If dance truly is not your cup of tea, look for ways to switch up your activity of choice. Essentially, any new exercise will challenge and strengthen your brain and neuro-muscular system. As adults, we are accustomed to moving about our day without having to pick apart each tiny muscle movement. Thank goodness for this, or we would not be able to get much done! But once upon a time, when you were a wee little one, you had to think REALLY hard in order to make the smallest of movements. As adults, we too often get out of this practice and become comfortable moving our bodies in ways we are familiar with. If you want to consider the health of your brain with your workout routine, consider picking up a new activity that will challenge not only your cardiovascular and musculoskeletal health, but your cognitive health as well.

If we take the mental shift and give ourselves permission to fumble a bit and experience ‘having 2 left feet’ with a new activity, the rewards are far reaching. The knowledge that you are feeding not only your body but your brain as well, makes it all the more worth the while.

Laurel Lakey has a BFA in Dance from the University of Utah and has over 15 years of experience performing, teaching and choreographing as a professional dancer in a variety of locations including Salt Lake City, Seattle and most recently Woodstock, VT. She is recently moved to the Burlington area and currently works as a Physical Therapist Assistant at Dee Physical Therapy in Shelburne, VT.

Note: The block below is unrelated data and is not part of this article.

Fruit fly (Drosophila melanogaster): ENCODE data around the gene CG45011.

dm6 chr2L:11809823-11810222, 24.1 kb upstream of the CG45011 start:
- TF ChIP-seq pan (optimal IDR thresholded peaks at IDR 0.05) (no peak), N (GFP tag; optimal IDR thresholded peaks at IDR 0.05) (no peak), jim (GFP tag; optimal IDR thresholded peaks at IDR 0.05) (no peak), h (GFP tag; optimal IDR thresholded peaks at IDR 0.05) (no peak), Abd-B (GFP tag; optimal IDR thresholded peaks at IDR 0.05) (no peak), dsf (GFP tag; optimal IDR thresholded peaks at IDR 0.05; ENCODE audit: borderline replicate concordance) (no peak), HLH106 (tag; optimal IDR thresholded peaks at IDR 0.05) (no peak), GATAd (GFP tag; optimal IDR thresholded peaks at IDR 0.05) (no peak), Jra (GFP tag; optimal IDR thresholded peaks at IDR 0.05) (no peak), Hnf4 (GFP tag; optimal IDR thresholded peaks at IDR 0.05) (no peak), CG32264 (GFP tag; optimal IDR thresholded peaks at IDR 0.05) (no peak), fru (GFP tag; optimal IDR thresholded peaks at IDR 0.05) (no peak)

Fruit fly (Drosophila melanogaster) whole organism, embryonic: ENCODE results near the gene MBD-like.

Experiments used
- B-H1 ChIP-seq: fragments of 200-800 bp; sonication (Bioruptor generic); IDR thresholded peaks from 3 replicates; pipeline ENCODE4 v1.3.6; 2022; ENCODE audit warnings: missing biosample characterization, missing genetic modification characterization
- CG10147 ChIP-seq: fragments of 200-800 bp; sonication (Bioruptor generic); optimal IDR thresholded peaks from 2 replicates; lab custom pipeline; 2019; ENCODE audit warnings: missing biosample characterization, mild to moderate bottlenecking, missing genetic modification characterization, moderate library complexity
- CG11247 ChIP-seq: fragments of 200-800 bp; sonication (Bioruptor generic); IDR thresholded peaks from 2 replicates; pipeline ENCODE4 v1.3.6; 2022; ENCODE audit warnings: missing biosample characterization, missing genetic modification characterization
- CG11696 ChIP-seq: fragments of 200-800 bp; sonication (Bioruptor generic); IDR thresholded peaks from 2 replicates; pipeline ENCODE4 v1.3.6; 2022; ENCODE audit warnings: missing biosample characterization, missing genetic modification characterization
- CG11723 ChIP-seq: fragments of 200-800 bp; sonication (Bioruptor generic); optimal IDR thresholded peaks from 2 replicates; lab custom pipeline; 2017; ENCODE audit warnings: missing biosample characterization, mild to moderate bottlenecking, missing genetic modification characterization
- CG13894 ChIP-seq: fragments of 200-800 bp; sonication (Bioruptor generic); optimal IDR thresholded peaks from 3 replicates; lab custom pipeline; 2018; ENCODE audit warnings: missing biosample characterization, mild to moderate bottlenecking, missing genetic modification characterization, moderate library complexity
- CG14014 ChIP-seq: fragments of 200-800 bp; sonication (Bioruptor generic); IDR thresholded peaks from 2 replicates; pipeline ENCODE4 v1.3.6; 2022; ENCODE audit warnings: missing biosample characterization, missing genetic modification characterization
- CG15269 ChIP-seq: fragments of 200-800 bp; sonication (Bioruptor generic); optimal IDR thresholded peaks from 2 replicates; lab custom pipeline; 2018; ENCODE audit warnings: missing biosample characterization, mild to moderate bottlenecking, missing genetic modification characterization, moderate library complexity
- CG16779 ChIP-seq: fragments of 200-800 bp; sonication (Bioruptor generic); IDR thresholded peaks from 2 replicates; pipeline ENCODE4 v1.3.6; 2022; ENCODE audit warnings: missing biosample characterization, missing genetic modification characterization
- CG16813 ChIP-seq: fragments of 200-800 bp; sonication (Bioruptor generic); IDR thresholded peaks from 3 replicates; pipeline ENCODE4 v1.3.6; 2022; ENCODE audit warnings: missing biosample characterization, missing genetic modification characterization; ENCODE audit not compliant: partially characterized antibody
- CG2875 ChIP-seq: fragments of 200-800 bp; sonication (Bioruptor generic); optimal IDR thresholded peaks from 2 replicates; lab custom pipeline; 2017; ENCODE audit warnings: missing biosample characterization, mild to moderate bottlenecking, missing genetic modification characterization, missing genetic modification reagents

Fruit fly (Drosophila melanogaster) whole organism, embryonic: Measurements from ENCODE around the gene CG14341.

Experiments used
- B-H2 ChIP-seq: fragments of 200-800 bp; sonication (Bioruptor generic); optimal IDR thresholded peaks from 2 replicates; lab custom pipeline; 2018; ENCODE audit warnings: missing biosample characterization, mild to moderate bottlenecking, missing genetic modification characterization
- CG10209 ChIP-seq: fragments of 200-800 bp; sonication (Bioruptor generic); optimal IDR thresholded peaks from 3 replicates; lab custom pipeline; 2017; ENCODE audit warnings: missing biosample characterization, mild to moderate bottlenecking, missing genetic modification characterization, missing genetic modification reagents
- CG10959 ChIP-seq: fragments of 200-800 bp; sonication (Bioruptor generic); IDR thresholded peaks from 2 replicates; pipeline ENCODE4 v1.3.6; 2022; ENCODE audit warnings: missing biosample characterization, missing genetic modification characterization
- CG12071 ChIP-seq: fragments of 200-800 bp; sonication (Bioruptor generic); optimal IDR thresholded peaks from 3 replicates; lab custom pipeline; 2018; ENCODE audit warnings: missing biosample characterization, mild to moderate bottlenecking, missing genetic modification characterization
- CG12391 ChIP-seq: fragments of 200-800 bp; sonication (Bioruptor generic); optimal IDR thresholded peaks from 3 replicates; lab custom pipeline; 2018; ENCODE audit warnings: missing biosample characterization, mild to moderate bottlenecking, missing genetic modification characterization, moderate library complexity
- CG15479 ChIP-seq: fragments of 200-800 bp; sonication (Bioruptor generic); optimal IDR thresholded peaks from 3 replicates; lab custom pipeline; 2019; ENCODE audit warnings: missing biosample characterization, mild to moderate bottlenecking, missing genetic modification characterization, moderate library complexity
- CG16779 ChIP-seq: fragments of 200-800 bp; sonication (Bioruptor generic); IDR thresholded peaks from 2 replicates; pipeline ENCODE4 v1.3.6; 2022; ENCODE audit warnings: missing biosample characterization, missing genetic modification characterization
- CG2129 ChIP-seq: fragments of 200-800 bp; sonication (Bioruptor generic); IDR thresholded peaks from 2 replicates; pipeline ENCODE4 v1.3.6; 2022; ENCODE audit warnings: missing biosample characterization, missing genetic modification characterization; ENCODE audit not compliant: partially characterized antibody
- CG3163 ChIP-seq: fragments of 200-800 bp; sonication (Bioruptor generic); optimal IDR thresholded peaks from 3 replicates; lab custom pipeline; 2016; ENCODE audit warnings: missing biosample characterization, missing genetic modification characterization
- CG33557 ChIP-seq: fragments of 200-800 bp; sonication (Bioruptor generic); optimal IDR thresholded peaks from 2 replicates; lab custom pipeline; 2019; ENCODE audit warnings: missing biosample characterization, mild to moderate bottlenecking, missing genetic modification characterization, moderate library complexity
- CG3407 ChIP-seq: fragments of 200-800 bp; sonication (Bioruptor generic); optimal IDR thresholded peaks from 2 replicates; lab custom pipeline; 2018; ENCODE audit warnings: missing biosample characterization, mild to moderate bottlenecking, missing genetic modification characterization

Keep an eye out for classes held by Laurel at Dee PT where she teaches the dances to popular music videos like ‘Thriller’ and Men in Black’!

2 thoughts on “The Dancing Brain: Improving the Health and Function of Your Brain

  1. I had no idea that something like dance could help strengthen my brain! I like how you explained that forcing your body to do unusual movements causes new neural pathways to be formed. I’ve been thinking about visiting a new swing dance club, so I think that would be great for me! I’ve got a lot of friends who do swing dance, and I think its finally time that I give it a try.

  2. great post! i am a dancer and sometimes people take dancing and its benefits too lightly and brush them off. i am really glad to read this article and i hope other people also read this and get inspired to join some form of dance at least and of course reap the benefits of awesome dancing!